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I wrote a contrafactum to rhythm changes today. Or I should say that one just occurred to the fingers of my right hand as I was playing, aft...

Friday, November 4, 2011

Nuts & Bolts

The writing philosophy below dates from 2002, and I still agree with most of it. All of it really, but today I would add other things and de-emphasize some points.

I also have a document on "Nuts & Bolts of Analytical Papers." It is oriented toward the mechanics of writing about poetry, how to organize a paper on this subject, but it also has lessons for other types of papers. I am too lazy right now to type it all out for you, but maybe I will later.

How would you write a paper / article on a novel, for example?

The introduction would have to include the following: a contextual framing of the novel. Who wrote it, when and where, why it is significant. What the novel is about. Where it takes place, who narrates it, what the central conflict is.

What the critical problems are that need to be resolved. What some other critics have done with the novel and how relevant that is to the approach being taken here.

A thesis statement, defining the approach taken here. If you have an excellent thesis, chances are you have an excellent paper.

Body of the paper.
Don't summarize the plot. Every high-school student knows this, but not every dissertation writer does. But... you can use the plot as an organizing principle for the body of the paper. In other words, you can talk about events in the novel in chronological order, and organize your substantive points like beads on thread. By the end of the paper, the reader will know what happens in the novel, even though you have never done a deadly "plot summary."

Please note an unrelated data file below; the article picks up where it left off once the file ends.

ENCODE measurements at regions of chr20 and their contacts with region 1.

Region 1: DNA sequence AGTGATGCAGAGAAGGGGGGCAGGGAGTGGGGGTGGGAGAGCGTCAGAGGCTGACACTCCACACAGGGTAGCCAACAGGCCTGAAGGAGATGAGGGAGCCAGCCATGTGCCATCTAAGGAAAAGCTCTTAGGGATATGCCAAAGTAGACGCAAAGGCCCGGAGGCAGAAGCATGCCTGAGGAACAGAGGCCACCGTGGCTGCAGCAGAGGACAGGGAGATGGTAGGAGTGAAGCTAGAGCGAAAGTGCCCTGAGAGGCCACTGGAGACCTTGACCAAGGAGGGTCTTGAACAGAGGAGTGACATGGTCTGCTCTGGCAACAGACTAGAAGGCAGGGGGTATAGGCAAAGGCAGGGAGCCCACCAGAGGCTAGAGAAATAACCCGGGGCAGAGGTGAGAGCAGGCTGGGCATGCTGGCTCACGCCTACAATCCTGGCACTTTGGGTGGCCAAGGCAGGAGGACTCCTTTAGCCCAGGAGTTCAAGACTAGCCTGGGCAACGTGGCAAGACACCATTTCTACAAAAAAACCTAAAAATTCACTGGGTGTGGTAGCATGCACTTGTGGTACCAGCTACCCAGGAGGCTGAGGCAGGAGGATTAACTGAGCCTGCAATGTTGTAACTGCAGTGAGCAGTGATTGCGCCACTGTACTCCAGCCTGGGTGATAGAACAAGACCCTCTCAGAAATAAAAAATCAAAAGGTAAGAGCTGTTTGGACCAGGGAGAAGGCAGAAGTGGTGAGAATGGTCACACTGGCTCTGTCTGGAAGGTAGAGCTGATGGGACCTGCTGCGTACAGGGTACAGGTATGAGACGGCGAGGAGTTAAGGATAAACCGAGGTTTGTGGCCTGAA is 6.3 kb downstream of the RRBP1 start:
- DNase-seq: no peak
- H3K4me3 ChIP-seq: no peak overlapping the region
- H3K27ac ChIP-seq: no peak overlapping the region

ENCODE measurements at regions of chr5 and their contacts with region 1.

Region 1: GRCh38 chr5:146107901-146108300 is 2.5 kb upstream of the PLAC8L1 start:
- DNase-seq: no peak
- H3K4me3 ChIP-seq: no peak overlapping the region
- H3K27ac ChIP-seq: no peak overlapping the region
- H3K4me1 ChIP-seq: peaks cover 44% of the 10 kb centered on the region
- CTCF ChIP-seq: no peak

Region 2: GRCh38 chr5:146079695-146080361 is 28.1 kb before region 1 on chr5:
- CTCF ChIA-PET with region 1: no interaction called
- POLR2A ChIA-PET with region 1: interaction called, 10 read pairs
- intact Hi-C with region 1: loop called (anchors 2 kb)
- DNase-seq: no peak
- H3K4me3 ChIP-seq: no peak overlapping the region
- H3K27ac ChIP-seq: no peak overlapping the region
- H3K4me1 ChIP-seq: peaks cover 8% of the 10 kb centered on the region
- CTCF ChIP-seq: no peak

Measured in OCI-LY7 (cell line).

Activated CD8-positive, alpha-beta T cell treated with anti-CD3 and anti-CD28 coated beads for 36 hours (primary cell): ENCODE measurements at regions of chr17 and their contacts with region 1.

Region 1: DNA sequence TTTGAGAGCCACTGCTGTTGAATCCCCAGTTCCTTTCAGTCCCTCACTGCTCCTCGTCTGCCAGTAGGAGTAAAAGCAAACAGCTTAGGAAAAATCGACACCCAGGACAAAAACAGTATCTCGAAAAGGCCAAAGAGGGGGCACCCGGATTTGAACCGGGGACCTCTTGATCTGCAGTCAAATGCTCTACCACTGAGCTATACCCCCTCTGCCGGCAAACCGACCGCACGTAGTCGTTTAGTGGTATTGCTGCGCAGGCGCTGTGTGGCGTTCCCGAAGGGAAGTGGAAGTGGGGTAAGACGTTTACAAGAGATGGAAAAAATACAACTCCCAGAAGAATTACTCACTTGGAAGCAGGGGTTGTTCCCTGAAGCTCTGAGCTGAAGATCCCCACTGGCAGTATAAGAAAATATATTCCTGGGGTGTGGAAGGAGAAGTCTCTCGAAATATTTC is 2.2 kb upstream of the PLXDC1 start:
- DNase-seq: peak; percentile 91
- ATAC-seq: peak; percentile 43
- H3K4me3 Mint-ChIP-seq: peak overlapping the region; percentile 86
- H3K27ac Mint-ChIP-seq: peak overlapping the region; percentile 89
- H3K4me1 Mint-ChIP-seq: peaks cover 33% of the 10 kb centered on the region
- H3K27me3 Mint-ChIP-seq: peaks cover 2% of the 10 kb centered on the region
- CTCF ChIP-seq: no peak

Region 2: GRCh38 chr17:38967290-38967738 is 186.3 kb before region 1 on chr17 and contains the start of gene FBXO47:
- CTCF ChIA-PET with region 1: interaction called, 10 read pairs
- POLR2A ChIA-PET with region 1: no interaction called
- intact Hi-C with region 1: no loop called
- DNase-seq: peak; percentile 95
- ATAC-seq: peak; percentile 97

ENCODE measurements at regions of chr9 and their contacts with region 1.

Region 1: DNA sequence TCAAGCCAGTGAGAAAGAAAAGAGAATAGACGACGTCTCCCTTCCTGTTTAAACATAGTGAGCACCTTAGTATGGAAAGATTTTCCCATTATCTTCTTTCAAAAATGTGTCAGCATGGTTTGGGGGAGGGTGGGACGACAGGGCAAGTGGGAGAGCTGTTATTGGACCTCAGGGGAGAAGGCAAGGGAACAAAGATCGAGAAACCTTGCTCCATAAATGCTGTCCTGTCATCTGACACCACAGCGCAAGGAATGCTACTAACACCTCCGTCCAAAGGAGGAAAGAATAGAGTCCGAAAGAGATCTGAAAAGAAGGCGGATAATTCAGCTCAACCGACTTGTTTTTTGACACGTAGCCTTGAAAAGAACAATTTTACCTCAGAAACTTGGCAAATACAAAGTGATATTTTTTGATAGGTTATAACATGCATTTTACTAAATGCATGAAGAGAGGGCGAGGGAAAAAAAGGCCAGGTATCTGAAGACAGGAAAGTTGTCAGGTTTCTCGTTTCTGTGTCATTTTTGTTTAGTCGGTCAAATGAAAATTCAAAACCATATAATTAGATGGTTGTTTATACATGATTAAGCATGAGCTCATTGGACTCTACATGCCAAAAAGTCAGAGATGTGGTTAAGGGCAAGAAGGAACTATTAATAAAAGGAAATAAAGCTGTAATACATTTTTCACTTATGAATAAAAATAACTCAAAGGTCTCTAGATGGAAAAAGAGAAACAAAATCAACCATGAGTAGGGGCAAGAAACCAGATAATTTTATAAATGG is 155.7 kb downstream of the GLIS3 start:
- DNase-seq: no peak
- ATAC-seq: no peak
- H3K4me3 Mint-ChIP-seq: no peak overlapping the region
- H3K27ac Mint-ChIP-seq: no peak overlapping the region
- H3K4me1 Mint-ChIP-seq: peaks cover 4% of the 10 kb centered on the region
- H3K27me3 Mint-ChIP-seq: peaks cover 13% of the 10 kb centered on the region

You will also typically be using quotes from the novel in a similar way. In my document about analyzing poetry, I point out that you should never have a long quotation from a literary work without commenting on it. There should be a certain proportionality between the quotes and the amount of analysis. If you have nothing to say about a quote, why are you quoting it?

Quotes from other critics follow a similar logic. If most of your paper is a response to other critics, your own perspective will be lost. You won't have a "critical voice." You can't let the other critics do your work for you. On the other hand, you have to maintain a dialogue with what these critics have said. That means comparing your ideas to theirs.

Typically, you will want to make three or four main points about the novel. The body of the paper will be about sixteen pages, so you can think o the paper as 3-4 pages of intro, 3-4 pages for each main section of analysis, and 1-2 pages of conclusion.

The conclusion is typically shorter than the introduction, because the tasks it requires are fewer. You don't have to explain what the novel is about, who wrote it. It should not repeat verbatim the contents of the introduction, but rephrase the thesis in relation to the evidence presented in the 3-4 / 3-4 page sections. Don't summarize, but rather explain, extend. The classical conclusion also suggests something already not in the thesis. It reveals the significant implications of what has been accomplished. Something like: if this is true about Galdos's Desheredada, then we will also have to re-evaluate our entire understanding of....

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